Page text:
I found this book from reading Book Blogger friend, Harvee Lau's blog called BookBirdDog (Book Dilettante). Her post for The Sunday Salon last Sunday included this book and the description just made me want to read it. I love stories about friends and lovers finding each other after many years and this seemed a perfect fit. Right now it is in my eReader thanks to the generosity of the Publisher, Ecco Publishing, who sent me a copy for review. 

This book will be published August 16, 2022 by Ecco Publishing, an imprint of HarperCollins...


The Kingdoms of Savannah by George Dawes Green...
Savannah may appear to be “some town out of a fable,” with its vine flowers, turreted mansions, and ghost tours that romanticize the city’s history. But look deeper and you’ll uncover secrets, past and present, that tell a more sinister tale. It’s the story at the heart of George Dawes Green’s chilling new novel, The Kingdoms of Savannah.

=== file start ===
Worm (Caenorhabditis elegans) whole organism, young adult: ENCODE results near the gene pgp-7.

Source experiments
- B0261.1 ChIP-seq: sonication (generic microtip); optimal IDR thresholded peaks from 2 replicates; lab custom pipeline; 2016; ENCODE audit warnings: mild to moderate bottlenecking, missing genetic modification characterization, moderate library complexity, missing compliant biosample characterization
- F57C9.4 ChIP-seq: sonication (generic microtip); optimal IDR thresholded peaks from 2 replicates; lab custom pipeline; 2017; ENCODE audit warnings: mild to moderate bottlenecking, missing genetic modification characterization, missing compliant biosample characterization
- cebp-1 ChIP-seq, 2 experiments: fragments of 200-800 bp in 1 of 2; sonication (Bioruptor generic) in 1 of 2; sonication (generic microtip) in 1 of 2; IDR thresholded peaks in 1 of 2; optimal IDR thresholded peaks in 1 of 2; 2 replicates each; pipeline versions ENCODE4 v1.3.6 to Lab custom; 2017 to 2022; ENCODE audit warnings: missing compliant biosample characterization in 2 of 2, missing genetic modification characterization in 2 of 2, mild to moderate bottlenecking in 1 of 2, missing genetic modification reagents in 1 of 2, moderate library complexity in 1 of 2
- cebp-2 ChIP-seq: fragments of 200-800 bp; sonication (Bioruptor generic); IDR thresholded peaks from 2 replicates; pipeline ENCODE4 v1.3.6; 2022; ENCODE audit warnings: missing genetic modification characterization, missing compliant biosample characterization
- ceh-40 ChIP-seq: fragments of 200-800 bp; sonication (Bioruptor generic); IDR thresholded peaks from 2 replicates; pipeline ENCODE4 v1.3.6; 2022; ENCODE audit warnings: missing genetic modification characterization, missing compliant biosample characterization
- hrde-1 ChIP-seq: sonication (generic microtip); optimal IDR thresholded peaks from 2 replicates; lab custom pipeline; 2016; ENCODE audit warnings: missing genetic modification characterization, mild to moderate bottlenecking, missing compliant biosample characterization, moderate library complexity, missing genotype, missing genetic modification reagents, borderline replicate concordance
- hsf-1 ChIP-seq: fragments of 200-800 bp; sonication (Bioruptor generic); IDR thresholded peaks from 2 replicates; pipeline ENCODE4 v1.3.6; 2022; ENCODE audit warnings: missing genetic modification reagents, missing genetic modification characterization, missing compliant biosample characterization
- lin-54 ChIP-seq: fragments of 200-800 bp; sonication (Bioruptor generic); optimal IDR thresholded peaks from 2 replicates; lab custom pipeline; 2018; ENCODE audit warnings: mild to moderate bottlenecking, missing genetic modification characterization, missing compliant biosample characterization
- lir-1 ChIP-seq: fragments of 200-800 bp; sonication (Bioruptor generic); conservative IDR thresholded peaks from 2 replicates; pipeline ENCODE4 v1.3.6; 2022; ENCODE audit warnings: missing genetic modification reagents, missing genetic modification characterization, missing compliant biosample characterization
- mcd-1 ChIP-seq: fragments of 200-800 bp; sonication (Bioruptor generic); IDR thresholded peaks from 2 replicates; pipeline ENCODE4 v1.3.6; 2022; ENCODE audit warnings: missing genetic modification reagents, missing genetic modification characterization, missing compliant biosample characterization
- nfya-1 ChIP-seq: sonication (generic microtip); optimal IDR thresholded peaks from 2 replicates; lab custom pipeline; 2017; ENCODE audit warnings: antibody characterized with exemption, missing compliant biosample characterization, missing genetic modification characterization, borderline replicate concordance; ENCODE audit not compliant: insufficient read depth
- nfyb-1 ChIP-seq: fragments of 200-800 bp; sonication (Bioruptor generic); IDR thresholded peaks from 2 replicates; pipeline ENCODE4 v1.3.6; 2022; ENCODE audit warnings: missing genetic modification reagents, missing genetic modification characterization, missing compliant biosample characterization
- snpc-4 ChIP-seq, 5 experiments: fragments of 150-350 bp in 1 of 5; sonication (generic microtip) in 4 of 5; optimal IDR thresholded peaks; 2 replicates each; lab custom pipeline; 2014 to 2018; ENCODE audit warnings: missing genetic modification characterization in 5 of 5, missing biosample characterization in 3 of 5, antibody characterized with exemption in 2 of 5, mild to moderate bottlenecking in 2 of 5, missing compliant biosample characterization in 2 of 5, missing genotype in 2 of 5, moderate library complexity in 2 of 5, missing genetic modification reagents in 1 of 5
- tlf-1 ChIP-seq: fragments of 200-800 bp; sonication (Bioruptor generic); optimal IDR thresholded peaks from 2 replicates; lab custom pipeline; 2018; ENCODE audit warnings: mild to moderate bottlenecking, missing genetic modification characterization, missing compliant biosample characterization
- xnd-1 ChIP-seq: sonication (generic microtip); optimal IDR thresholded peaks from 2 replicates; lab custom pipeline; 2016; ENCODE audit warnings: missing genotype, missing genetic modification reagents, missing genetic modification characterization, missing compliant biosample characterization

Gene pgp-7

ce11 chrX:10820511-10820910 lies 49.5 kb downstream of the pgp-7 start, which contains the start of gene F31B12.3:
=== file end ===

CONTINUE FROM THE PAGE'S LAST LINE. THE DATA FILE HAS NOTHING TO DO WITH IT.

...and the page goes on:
It begins quietly on a balmy Southern night as some locals gather at Bo Peep’s, one of the town’s favorite watering holes. Within an hour, however, a man will be murdered and his companion will be “disappeared.” An unlikely detective, Morgana Musgrove, doyenne of Savannah society, is called upon to unravel the mystery of these crimes. Morgana is an imperious, demanding, and conniving woman, whose four grown children are weary of her schemes. But one by one she inveigles them into helping with her investigation, and soon the family uncovers some terrifying truths—truths that will rock Savannah’s power structure to its core.

Moving from the homeless encampments that ring the city to the stately homes of Savannah’s elite, Green’s novel brilliantly depicts the underbelly of a city with a dark history and the strangely mesmerizing dysfunction of a complex family.